The other policy area that has been affected by this new surge of metastasizing hate is immigration. The overwhelmingly white Republican Party is increasingly segregating itself into all-white neighborhoods and in this campaign season the GOP has inspired rabid support by demonizing immigrants and threatening to build a literal wall to protect us from them.
Now, after Paris, the Republican anti-immigration sentiment is growing louder still. Senator Rubio has said we should stop taking Syrian refugees altogether. And despite immigration being a realm exclusively for the federal government under the Constitution, several state governors have vowed to prohibit refugees from entering their states. Republicans in Congress want legislation blocking the president's plan to admit 10,000 Syrian refugees next year. Rubio said, "You can have 1,000 people come in and 999 of them are just poor people fleeing oppression and violence, but one of them is an ISIS fighter." Well that's why we have the police. Today, Senator Rand Paul tweeted: "The time has come to stop terrorists from walking in the front door. My bill will press pause on new refugee entrants from high risk countries until stringent new screening processes are in place."
The proposals that treat refugees as guilty of being terrorists until (somehow) proven innocent are misguided and counterproductive and, as the president said, "Slamming the door in their faces would be a betrayal of our values." But Republicans know that their listeners are already making the connection between refugees and terrorists. And they know that fearmongering will motivate voters. Few emotions are better for firing up voters than fear. But this fear of immigrants puts islamophobia ahead of our global responsibility to help the most beleaguered among us. Nations have a moral responsibility to help when people flee a country because of civil war or oppression or famine or other displacing catastrophes. For years nations like Turkey, Jordan, and Lebanon have absorbed hundreds of thousands of refugees, which has had a significant impact on the economies of those nations. Meanwhile, last year America took in just 1,682 Syrian refugees, a sliver of those who make up the largest refugee crisis since World War II.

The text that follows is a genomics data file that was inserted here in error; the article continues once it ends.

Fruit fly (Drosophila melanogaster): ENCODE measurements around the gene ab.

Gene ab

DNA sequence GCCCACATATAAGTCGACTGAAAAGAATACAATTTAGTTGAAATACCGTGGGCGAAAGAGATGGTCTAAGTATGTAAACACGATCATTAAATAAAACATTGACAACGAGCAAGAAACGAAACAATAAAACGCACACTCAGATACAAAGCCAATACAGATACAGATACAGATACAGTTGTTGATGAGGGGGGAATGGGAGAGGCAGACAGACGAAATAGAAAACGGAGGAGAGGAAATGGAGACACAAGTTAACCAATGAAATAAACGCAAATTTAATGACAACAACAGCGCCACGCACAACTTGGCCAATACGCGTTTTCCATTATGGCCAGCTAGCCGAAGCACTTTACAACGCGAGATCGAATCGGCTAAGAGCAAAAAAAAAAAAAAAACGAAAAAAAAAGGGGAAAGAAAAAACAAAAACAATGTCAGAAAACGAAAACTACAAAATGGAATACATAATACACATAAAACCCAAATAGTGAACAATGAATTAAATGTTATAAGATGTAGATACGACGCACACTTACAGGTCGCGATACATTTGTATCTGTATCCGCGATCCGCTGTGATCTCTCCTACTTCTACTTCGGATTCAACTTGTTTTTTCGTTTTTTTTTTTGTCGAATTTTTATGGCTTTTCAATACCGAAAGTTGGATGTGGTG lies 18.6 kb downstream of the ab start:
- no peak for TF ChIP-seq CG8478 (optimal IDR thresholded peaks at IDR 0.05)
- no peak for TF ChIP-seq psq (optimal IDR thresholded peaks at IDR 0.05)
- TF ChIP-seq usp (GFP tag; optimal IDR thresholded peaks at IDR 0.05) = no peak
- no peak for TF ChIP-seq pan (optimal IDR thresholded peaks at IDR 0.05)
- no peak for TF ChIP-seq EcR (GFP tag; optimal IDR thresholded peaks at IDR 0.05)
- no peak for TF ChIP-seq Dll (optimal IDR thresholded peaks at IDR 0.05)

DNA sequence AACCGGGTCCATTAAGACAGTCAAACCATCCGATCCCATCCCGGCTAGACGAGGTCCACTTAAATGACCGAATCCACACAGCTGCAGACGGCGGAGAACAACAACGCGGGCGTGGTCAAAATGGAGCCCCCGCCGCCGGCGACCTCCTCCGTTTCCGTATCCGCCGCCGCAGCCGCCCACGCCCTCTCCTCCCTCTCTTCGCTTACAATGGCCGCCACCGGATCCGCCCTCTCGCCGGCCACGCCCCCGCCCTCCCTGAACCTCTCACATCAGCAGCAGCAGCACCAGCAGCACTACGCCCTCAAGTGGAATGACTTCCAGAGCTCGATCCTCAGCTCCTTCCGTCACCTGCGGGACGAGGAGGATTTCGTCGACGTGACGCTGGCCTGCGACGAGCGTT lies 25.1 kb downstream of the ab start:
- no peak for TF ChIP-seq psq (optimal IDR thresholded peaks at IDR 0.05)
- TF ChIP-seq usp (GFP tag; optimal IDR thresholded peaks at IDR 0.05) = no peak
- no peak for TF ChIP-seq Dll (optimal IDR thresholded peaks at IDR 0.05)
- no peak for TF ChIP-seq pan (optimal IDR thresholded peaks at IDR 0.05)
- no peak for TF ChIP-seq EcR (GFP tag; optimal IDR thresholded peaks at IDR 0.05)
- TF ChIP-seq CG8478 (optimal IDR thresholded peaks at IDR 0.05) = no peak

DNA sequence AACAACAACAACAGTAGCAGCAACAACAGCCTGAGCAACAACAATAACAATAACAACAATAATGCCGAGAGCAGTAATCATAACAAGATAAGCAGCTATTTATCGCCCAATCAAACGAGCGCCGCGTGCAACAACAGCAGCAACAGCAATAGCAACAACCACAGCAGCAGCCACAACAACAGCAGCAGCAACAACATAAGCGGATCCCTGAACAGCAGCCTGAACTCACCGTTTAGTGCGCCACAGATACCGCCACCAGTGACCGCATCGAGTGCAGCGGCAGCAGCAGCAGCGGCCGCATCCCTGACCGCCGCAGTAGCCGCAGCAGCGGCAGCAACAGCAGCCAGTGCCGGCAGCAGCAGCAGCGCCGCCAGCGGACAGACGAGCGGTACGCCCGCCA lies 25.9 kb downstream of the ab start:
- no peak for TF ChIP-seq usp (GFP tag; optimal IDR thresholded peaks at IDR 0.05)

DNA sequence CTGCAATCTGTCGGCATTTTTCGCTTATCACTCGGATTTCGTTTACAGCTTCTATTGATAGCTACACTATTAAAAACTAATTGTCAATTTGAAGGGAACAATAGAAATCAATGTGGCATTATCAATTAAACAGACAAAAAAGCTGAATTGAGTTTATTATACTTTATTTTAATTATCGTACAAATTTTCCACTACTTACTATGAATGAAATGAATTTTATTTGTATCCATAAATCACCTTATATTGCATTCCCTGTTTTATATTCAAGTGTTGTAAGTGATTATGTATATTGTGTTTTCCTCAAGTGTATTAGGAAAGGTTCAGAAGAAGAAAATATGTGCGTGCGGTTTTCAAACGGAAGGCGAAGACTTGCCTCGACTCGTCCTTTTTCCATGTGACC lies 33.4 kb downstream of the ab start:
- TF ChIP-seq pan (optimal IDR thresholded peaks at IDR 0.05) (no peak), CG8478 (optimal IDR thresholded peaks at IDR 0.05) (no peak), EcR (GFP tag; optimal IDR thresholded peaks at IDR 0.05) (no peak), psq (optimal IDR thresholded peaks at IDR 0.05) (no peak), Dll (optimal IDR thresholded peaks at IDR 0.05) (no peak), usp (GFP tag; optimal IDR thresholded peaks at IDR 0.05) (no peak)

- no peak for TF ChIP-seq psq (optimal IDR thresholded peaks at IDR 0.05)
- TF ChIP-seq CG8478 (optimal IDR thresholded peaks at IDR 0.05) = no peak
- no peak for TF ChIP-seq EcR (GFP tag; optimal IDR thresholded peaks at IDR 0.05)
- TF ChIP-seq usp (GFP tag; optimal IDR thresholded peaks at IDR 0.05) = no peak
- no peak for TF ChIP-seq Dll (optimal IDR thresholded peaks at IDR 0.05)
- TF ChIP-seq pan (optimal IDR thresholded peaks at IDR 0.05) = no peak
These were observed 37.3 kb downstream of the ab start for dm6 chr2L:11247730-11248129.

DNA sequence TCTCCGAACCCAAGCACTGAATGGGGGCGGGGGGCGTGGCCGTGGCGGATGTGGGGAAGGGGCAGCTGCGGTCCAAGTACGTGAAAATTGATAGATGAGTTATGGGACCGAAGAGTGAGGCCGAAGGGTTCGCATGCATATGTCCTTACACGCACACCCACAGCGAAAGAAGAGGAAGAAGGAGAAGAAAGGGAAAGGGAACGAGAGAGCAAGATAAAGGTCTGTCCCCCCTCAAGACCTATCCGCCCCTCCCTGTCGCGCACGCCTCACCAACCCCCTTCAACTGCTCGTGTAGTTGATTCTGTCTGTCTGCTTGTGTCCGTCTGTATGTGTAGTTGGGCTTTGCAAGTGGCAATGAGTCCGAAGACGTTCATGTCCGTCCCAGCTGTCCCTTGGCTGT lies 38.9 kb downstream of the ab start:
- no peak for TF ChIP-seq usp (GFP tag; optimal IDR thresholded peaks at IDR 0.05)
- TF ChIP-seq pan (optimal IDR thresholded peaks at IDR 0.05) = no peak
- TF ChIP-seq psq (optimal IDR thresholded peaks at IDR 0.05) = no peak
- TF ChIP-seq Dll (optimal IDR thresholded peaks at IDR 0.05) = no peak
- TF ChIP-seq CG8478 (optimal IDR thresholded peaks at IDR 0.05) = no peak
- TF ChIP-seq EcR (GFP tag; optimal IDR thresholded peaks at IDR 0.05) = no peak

We need to show that even in the depths of our mourning and our fear of further violence, even in that difficult place, we still have hearts that remain warm and filled with love.
This is not who we are. We are supposed to be a nation on a hill, a moral beacon for the rest of the world. We can't abdicate that and pull up our drawbridges and shut the world out whenever something horrific happens. We can't pat ourselves on the back about gains in civil rights and gay rights and think that gives us the global moral high ground when we are turning our backs on refugees running from a conflict that we are part of.
If Paris leads to us scapegoating refugees and Muslims in order to scare up votes and support for the War on Terror, then we will have failed the people of Paris. We need to reaffirm the principles of love. We need a politics infused with love that leads us to embrace those who need our help. A politics that does not use Muslims who have not attacked us as political footballs. We need to show that even in the depths of our mourning and our fear of further violence, even in that difficult place, we still have hearts that remain warm and filled with love.
Follow Toure on Twitter.